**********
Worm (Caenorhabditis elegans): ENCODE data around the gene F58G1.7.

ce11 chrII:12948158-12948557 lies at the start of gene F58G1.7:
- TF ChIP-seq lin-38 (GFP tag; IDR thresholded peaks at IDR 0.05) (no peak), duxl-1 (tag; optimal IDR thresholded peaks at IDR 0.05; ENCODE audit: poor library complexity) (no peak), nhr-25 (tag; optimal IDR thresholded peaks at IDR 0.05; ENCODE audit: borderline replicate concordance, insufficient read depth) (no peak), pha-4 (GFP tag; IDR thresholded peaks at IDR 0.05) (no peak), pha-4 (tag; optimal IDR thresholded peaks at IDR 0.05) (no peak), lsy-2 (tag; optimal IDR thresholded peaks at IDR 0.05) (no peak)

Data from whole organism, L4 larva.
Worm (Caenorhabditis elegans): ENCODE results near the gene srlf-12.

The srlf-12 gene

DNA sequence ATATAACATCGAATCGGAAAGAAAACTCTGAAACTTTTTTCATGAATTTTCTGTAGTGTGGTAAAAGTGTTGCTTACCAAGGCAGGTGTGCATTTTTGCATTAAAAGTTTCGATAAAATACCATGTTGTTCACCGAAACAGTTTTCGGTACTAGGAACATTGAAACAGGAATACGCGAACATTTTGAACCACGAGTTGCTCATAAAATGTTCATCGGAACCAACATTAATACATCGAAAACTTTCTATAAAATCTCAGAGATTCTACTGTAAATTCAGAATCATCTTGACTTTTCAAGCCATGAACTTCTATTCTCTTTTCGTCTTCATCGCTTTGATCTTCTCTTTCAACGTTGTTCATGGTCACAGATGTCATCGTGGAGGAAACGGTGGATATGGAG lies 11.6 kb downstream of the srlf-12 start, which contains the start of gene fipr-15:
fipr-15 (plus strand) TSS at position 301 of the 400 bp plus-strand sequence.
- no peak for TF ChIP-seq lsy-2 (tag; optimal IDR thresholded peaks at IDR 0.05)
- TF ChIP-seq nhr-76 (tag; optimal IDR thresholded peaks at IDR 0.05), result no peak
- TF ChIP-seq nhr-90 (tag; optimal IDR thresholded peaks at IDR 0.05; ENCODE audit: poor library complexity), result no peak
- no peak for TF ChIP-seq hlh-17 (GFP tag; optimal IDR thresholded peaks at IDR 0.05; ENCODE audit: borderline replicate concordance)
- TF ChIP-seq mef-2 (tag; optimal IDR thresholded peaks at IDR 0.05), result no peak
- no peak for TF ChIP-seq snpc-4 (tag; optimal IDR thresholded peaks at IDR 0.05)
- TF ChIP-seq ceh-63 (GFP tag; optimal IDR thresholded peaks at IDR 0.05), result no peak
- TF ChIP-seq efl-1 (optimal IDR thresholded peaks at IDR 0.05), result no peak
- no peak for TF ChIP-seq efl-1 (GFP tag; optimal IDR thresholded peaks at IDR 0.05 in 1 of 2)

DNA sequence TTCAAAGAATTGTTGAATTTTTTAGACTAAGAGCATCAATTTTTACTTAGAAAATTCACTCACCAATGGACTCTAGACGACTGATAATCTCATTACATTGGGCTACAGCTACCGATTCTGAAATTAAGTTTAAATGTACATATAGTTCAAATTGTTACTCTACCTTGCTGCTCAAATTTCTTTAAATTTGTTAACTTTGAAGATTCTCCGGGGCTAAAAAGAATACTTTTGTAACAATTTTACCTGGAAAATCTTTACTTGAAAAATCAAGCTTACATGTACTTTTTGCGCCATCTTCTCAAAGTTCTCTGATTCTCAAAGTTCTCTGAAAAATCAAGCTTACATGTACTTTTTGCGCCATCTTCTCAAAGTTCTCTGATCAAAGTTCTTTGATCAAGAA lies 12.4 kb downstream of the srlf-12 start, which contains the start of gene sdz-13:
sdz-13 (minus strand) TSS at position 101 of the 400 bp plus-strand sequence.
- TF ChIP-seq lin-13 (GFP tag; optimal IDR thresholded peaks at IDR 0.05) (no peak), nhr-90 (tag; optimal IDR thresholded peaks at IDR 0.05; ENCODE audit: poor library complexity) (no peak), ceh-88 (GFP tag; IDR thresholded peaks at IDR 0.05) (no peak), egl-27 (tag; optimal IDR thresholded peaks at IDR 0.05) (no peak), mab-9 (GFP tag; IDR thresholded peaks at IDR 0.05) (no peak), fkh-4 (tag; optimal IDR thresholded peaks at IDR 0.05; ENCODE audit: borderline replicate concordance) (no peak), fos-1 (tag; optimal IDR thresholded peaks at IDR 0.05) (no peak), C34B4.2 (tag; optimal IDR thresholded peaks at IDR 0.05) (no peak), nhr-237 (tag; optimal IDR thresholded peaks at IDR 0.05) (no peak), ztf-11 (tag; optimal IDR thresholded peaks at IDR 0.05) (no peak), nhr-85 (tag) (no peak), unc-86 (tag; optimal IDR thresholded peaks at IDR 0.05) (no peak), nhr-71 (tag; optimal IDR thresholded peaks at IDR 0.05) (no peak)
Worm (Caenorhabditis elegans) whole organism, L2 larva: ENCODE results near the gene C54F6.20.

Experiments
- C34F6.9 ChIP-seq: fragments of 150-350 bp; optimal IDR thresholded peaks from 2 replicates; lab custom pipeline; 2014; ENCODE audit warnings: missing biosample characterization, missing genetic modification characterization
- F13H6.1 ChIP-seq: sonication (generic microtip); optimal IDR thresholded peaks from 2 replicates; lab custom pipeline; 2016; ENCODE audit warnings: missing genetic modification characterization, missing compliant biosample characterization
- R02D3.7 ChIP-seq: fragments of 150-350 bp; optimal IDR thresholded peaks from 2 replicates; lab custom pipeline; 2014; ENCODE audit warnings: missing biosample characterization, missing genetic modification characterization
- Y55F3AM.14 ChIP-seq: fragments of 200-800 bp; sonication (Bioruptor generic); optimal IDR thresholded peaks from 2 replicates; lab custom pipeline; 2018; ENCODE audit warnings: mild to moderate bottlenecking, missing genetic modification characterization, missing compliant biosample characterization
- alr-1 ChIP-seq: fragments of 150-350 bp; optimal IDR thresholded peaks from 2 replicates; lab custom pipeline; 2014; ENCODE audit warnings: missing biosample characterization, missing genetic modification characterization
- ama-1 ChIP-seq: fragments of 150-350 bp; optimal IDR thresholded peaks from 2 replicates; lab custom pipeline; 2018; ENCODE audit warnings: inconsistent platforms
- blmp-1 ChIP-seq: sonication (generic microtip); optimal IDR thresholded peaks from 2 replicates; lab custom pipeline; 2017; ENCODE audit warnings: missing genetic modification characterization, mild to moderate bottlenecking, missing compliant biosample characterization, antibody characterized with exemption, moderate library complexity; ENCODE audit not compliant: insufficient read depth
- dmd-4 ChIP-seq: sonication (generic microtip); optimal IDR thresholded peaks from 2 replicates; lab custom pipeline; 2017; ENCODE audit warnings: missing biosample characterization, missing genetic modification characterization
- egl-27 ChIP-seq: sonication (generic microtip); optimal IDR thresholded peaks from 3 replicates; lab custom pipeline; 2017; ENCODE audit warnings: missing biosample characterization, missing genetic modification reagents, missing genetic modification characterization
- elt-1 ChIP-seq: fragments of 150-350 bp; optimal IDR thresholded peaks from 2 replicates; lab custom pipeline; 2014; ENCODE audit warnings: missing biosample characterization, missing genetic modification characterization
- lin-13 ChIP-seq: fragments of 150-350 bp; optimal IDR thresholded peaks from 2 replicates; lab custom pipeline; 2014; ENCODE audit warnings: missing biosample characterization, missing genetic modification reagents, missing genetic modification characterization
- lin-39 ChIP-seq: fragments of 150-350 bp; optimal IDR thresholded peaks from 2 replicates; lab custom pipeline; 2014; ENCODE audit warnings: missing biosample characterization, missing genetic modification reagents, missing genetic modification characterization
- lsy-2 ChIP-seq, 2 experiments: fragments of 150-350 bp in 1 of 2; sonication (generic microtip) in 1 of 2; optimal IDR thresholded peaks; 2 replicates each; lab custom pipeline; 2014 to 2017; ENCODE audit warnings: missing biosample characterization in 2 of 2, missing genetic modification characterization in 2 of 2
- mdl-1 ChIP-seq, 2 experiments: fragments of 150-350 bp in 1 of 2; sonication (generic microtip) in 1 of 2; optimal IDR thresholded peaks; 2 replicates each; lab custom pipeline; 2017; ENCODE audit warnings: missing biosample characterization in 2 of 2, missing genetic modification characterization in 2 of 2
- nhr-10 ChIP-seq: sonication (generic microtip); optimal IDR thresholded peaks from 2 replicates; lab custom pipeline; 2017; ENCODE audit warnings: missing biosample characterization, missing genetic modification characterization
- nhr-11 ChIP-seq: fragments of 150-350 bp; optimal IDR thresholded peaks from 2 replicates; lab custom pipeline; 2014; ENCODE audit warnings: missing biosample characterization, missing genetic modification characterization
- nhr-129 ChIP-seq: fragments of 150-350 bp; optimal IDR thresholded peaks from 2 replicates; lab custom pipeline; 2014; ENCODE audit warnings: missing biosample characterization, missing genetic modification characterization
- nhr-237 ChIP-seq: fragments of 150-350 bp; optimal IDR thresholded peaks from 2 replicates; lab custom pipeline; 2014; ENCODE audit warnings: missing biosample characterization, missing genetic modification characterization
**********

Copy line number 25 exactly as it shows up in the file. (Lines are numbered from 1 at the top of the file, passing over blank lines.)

- R02D3.7 ChIP-seq: fragments of 150-350 bp; optimal IDR thresholded peaks from 2 replicates; lab custom pipeline; 2014; ENCODE audit warnings: missing biosample characterization, missing genetic modification characterization